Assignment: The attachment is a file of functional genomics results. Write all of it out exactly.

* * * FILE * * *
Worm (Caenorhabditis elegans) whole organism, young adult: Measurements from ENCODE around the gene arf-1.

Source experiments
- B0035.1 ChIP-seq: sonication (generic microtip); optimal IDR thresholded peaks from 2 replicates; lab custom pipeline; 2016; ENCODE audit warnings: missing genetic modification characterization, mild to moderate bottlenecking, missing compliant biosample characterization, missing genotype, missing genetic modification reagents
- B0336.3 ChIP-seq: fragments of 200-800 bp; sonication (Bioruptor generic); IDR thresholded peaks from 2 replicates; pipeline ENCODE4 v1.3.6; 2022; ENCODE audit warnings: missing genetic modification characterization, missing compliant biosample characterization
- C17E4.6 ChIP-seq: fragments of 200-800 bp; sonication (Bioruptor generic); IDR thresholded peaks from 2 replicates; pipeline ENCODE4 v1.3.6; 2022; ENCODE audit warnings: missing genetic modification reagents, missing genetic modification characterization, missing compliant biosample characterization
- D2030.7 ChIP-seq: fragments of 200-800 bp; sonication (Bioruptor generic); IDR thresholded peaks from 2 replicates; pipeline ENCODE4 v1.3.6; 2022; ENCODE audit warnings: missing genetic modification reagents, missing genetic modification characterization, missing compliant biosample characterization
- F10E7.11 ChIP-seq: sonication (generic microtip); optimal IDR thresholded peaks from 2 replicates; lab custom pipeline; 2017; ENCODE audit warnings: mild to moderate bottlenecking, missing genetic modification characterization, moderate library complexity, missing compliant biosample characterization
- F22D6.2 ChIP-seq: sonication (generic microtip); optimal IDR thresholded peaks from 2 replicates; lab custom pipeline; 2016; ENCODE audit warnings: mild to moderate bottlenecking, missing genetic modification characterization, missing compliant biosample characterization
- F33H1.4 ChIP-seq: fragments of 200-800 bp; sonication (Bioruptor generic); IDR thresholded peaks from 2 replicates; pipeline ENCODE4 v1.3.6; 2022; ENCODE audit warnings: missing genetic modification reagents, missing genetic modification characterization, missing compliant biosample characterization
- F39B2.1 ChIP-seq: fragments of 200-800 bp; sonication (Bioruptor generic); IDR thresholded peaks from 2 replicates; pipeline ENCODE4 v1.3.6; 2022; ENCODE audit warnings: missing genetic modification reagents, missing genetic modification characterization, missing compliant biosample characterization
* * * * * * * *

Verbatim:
Worm (Caenorhabditis elegans) whole organism, young adult: Measurements from ENCODE around the gene arf-1.

Source experiments
- B0035.1 ChIP-seq: sonication (generic microtip); optimal IDR thresholded peaks from 2 replicates; lab custom pipeline; 2016; ENCODE audit warnings: missing genetic modification characterization, mild to moderate bottlenecking, missing compliant biosample characterization, missing genotype, missing genetic modification reagents
- B0336.3 ChIP-seq: fragments of 200-800 bp; sonication (Bioruptor generic); IDR thresholded peaks from 2 replicates; pipeline ENCODE4 v1.3.6; 2022; ENCODE audit warnings: missing genetic modification characterization, missing compliant biosample characterization
- C17E4.6 ChIP-seq: fragments of 200-800 bp; sonication (Bioruptor generic); IDR thresholded peaks from 2 replicates; pipeline ENCODE4 v1.3.6; 2022; ENCODE audit warnings: missing genetic modification reagents, missing genetic modification characterization, missing compliant biosample characterization
- D2030.7 ChIP-seq: fragments of 200-800 bp; sonication (Bioruptor generic); IDR thresholded peaks from 2 replicates; pipeline ENCODE4 v1.3.6; 2022; ENCODE audit warnings: missing genetic modification reagents, missing genetic modification characterization, missing compliant biosample characterization
- F10E7.11 ChIP-seq: sonication (generic microtip); optimal IDR thresholded peaks from 2 replicates; lab custom pipeline; 2017; ENCODE audit warnings: mild to moderate bottlenecking, missing genetic modification characterization, moderate library complexity, missing compliant biosample characterization
- F22D6.2 ChIP-seq: sonication (generic microtip); optimal IDR thresholded peaks from 2 replicates; lab custom pipeline; 2016; ENCODE audit warnings: mild to moderate bottlenecking, missing genetic modification characterization, missing compliant biosample characterization
- F33H1.4 ChIP-seq: fragments of 200-800 bp; sonication (Bioruptor generic); IDR thresholded peaks from 2 replicates; pipeline ENCODE4 v1.3.6; 2022; ENCODE audit warnings: missing genetic modification reagents, missing genetic modification characterization, missing compliant biosample characterization
- F39B2.1 ChIP-seq: fragments of 200-800 bp; sonication (Bioruptor generic); IDR thresholded peaks from 2 replicates; pipeline ENCODE4 v1.3.6; 2022; ENCODE audit warnings: missing genetic modification reagents, missing genetic modification characterization, missing compliant biosample characterization